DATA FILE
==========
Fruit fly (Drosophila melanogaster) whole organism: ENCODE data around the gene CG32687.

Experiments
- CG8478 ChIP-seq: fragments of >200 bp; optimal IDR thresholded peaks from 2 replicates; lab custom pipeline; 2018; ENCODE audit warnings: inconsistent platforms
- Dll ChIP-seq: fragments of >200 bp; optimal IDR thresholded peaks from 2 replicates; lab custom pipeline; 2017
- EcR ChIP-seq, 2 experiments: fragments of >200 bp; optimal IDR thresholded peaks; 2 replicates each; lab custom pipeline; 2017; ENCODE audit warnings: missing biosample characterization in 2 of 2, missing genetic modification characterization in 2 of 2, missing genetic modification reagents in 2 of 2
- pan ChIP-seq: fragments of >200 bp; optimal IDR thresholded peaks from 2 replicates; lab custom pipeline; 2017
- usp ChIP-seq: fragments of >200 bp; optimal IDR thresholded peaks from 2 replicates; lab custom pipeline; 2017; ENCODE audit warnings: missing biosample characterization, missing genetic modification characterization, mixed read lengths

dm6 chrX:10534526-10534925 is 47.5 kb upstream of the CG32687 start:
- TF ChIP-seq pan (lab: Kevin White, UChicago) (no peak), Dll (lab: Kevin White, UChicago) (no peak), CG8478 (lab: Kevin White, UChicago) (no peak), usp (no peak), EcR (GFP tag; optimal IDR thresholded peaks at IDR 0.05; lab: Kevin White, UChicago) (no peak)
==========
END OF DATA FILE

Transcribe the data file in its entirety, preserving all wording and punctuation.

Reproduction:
Fruit fly (Drosophila melanogaster) whole organism: ENCODE data around the gene CG32687.

Experiments
- CG8478 ChIP-seq: fragments of >200 bp; optimal IDR thresholded peaks from 2 replicates; lab custom pipeline; 2018; ENCODE audit warnings: inconsistent platforms
- Dll ChIP-seq: fragments of >200 bp; optimal IDR thresholded peaks from 2 replicates; lab custom pipeline; 2017
- EcR ChIP-seq, 2 experiments: fragments of >200 bp; optimal IDR thresholded peaks; 2 replicates each; lab custom pipeline; 2017; ENCODE audit warnings: missing biosample characterization in 2 of 2, missing genetic modification characterization in 2 of 2, missing genetic modification reagents in 2 of 2
- pan ChIP-seq: fragments of >200 bp; optimal IDR thresholded peaks from 2 replicates; lab custom pipeline; 2017
- usp ChIP-seq: fragments of >200 bp; optimal IDR thresholded peaks from 2 replicates; lab custom pipeline; 2017; ENCODE audit warnings: missing biosample characterization, missing genetic modification characterization, mixed read lengths

dm6 chrX:10534526-10534925 is 47.5 kb upstream of the CG32687 start:
- TF ChIP-seq pan (lab: Kevin White, UChicago) (no peak), Dll (lab: Kevin White, UChicago) (no peak), CG8478 (lab: Kevin White, UChicago) (no peak), usp (no peak), EcR (GFP tag; optimal IDR thresholded peaks at IDR 0.05; lab: Kevin White, UChicago) (no peak)